Tuesday, March 6, 2007

The Statement from Fitz

This is a great statement from the prosecutor in the Libby trial. Everyone should listen to it.

I need to add my editorial comment:

Libby lied to a grand jury about a material matter in the investigation. How is this different from what Clinton did?

Clinton lied in a fact finding deposition. He was being interrogated by the opposition attorneys in discovery. This is still serious. It does not, however, rise to the standard of perjury unless he lied about a materiel matter in the case.

That is, you can dissemble regarding matters of interpretation, under oath, and still not commit perjury as long as you are not making a "verifiably false statement on a material matter in a court of law or in any of various sworn statements." Further "Statements of interpretation of fact are not perjury because people often make inaccurate statements unwittingly and not deliberately. Individuals may have honest but mistaken beliefs about certain facts or their recollection may be inaccurate. Like most other crimes in the common law system, to be convicted of perjury you have to have had the intention (the mens rea) to commit the act, and to have actually committed the act (the actus reus)."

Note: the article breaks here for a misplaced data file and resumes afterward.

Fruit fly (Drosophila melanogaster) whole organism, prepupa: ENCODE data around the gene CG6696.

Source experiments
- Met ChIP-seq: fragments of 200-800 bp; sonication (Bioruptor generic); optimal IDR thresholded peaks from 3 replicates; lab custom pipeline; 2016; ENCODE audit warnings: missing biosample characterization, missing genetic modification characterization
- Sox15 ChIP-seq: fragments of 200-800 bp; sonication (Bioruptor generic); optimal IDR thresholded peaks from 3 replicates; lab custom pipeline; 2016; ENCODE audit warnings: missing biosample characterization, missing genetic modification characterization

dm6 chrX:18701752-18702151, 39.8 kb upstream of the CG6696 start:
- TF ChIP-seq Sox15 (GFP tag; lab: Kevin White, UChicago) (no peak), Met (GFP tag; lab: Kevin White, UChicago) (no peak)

You will note that Clinton was not found guilty of perjury by the court in which he was being tried. He did not, in fact, lie about a material matter in the case He claimed he did not have "sexual relations." This is, of course, open to interpretation. Clinton's interpretation of "sexual relations" is the loophole he tried to exploit.

I would guess that the judge did not believe he perjured himself because he lied about a relationship with an Monica Lewinski. This relationship happened well after the incident with Paula Jones, and thus would not have been admissible in court. It was thus not a "material matter" in the case.

Had Clinton not gone on national television and said "I did not have sexual relations with that woman" he may have lessened his political problem. The damage had already been done, as far as Congress was concerned.

And there you have it, the difference between what we have seen in the Clinton case vs. what we have seen in the Libby case.

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